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Initial coin offerings are very popular. Many companies have raised nearly $1.5 billion via the novel fundraising mechanism this year. Celebrities from Floyd Mayweather to Paris Hilton have jumped on the hype train. But don’t feel bad if you’re still wondering: exactly what the hell is undoubtedly an ICO?

The acronym probably sounds familiar, and that’s on purpose-an ICO does indeed work similarly with an initial public offering. As an alternative to offering shares in a company, though, a strong is instead offering digital assets called “tokens.”

A token sale is sort of a crowdfunding campaign, except it uses the technology behind Bitcoin to make sure that transactions. Oh, and tokens aren’t just stand-ins for stock-they are often create in order that rather than a share of a company, holders get services, like cloud space for storing, for example. Below, we run down the ever more popular practice of launching an ICO and its possibility to upset business as we know it.

Let’s start out with 以特币, the most popular token system. Bitcoin along with other digital currencies derive from blockchains-cryptographic ledgers that record every transaction performed using Bitcoin tokens (see “Why Bitcoin Might Be Much Greater than a Currency”). Individual computers worldwide, connected over the internet, verify each transaction using open-source software. Some of the computers, called miners, compete to eliminate a computationally intensive cryptographic puzzle and earn the opportunity to add “blocks” of verified transactions on the chain. For his or her work, the miners get tokens-bitcoins-in turn.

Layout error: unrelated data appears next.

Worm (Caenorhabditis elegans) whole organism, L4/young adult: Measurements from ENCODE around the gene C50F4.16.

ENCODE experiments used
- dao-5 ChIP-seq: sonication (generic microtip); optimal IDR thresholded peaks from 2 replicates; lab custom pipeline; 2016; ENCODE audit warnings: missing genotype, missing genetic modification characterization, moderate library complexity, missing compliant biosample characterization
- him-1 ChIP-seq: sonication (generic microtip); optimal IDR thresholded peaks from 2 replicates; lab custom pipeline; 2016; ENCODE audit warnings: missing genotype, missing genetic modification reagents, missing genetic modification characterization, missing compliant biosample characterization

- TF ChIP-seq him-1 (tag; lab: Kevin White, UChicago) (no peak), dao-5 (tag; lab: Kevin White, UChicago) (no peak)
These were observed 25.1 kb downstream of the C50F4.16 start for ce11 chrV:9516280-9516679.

Blockchains need miners to run, and tokens will be the economic incentive to mine. Some tokens are made in addition to new versions of Bitcoin’s blockchain that were modified in some way-these include Litecoin and ZCash. Ethereum, a popular blockchain for companies launching ICOs, is a newer, separate technology from Bitcoin, whose token is known as Ether. It’s even possible to build brand new tokens in addition to Ethereum’s blockchain.

But advocates of blockchain technology say the effectiveness of tokens surpasses merely inventing new currencies from thin air. Bitcoin eliminates the necessity for a trusted central authority to mediate the exchange of worth-a charge card company or possibly a central bank, say. In theory, which can be achieved for other activities, too.

Take cloud storage, as an example. Several companies are building blockchains to facilitate the peer-to-peer buying and selling of space for storing, one that could challenge conventional providers like Dropbox and Amazon. The tokens in cases like this are the means of payment for storage. A blockchain verifies the transactions between sellers and buyers and functions as a record of the legitimacy. Exactly how this works is dependent upon the project. In Filecoin, which broke records last month by raising more than $250 million by using an ICO, miners would earn tokens through providing storage or retrieving stored data for users.